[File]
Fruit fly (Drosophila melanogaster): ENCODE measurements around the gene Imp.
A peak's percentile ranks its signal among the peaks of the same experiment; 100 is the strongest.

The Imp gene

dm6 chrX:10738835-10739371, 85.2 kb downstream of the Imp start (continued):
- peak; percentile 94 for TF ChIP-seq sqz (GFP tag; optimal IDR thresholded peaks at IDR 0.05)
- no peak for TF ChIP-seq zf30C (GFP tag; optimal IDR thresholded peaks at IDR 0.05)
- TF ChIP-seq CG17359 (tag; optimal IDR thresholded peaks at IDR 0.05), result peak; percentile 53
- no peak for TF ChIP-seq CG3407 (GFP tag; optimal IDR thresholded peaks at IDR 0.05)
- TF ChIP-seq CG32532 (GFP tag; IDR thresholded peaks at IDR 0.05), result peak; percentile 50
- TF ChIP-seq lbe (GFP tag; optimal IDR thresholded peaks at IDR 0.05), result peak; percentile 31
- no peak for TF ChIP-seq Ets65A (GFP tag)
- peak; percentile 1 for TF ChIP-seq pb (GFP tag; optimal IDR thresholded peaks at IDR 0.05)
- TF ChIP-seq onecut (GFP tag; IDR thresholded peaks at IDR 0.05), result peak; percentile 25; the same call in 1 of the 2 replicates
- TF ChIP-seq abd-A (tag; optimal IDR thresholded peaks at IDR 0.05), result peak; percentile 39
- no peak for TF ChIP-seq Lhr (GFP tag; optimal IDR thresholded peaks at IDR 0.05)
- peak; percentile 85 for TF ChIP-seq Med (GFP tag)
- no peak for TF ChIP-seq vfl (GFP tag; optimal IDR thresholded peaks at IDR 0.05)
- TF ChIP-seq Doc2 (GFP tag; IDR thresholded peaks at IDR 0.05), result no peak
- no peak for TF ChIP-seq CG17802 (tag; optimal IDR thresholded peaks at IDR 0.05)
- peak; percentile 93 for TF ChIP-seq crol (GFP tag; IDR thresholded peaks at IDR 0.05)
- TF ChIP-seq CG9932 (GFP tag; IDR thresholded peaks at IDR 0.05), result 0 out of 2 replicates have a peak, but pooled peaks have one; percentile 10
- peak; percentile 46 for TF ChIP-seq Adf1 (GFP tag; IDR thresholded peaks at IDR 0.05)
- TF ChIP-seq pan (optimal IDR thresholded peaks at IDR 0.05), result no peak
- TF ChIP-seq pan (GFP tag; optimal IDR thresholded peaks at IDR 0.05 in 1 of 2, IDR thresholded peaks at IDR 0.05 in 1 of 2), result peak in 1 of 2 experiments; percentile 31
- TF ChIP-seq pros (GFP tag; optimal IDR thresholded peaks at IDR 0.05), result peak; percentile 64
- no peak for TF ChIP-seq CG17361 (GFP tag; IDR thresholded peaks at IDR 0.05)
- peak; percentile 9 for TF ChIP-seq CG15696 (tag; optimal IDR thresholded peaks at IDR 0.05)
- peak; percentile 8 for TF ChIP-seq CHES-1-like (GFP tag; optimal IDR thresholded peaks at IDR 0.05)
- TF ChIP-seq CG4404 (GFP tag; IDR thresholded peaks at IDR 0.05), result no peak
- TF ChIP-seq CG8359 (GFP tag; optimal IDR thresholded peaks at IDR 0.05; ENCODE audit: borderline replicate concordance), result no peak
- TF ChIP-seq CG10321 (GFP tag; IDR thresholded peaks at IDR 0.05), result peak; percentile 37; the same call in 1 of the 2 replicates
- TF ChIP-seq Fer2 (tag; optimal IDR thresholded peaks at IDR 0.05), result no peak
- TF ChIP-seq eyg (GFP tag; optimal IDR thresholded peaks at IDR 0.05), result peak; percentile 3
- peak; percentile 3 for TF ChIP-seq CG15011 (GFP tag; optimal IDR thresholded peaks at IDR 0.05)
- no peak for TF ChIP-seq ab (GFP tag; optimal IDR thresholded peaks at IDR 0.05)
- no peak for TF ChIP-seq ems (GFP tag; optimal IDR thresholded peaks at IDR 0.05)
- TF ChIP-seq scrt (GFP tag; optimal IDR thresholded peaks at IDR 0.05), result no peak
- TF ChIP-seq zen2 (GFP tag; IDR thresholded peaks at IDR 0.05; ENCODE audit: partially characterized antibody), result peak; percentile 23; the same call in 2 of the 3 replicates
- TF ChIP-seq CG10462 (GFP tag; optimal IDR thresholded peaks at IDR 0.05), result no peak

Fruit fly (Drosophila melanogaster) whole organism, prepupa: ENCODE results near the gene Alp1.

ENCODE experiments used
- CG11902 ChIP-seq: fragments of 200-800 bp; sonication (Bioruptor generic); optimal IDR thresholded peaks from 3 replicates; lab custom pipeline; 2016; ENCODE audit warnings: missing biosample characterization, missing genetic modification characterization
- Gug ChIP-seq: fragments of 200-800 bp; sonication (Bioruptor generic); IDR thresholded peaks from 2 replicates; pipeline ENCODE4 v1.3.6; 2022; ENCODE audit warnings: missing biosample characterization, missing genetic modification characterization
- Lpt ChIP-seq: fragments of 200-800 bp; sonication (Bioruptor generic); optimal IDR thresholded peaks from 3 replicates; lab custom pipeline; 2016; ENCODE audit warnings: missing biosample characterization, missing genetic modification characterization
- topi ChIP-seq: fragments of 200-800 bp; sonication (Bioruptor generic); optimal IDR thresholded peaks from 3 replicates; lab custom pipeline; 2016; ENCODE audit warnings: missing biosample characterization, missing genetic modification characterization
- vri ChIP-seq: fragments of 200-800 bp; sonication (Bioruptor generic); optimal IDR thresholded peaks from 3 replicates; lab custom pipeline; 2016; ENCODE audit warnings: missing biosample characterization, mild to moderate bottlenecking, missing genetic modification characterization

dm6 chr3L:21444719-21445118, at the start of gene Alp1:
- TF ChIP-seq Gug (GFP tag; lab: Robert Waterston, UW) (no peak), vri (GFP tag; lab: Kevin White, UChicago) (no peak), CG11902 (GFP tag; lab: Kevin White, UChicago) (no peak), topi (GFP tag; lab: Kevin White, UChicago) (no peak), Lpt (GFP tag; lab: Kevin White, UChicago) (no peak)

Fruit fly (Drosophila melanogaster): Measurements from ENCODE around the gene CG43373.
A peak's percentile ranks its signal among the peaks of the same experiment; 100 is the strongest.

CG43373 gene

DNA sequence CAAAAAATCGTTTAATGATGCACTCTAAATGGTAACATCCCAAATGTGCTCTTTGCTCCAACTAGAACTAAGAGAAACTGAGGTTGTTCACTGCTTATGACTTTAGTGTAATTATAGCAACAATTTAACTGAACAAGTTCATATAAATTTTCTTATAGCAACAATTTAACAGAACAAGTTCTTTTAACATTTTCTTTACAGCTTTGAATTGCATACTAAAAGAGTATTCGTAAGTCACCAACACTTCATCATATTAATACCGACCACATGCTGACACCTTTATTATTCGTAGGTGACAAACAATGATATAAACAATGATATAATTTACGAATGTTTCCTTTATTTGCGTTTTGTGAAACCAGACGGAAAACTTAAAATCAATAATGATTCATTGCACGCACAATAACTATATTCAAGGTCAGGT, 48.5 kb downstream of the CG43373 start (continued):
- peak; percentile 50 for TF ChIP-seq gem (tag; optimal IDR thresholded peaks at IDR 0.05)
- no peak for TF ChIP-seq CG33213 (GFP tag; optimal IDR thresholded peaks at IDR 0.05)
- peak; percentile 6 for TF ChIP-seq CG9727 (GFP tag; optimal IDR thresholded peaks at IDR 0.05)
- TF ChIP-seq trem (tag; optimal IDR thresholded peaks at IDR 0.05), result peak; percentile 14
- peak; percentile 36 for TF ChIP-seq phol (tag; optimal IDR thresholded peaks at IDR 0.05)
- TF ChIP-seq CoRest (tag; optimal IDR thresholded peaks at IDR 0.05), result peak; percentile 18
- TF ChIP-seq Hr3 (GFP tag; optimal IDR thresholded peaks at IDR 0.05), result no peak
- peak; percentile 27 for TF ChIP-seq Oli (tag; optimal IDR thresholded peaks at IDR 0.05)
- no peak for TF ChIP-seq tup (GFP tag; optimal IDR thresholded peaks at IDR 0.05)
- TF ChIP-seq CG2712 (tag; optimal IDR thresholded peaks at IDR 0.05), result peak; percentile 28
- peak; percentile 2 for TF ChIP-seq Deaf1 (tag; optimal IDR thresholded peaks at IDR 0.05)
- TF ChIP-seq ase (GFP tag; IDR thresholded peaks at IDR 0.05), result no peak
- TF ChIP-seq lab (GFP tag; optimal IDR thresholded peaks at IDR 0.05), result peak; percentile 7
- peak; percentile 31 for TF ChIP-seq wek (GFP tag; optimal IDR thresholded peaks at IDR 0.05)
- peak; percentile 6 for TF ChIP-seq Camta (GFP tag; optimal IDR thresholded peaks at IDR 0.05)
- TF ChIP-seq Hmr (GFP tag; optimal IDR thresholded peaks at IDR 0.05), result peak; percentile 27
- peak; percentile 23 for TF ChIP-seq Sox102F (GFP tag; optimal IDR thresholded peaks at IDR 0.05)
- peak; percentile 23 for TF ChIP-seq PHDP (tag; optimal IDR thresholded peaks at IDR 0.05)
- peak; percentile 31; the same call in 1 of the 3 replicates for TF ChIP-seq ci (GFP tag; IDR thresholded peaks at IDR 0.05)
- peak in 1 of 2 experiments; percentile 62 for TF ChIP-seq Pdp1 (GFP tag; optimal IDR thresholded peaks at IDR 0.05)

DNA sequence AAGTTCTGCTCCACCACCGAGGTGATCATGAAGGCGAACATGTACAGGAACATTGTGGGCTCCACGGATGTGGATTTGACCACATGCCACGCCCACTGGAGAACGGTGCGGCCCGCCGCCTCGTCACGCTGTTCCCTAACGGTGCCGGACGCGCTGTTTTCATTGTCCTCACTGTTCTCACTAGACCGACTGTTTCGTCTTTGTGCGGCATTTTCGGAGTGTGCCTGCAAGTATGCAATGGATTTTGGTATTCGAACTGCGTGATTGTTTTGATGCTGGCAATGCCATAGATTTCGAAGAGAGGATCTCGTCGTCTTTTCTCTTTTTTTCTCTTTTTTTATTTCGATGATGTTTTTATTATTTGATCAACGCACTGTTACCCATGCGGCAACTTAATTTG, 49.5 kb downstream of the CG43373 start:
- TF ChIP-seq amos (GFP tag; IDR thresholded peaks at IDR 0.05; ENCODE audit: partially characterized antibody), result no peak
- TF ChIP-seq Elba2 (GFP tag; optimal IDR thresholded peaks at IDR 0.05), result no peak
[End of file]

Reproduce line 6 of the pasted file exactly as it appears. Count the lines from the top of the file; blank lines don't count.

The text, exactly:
- no peak for TF ChIP-seq zf30C (GFP tag; optimal IDR thresholded peaks at IDR 0.05)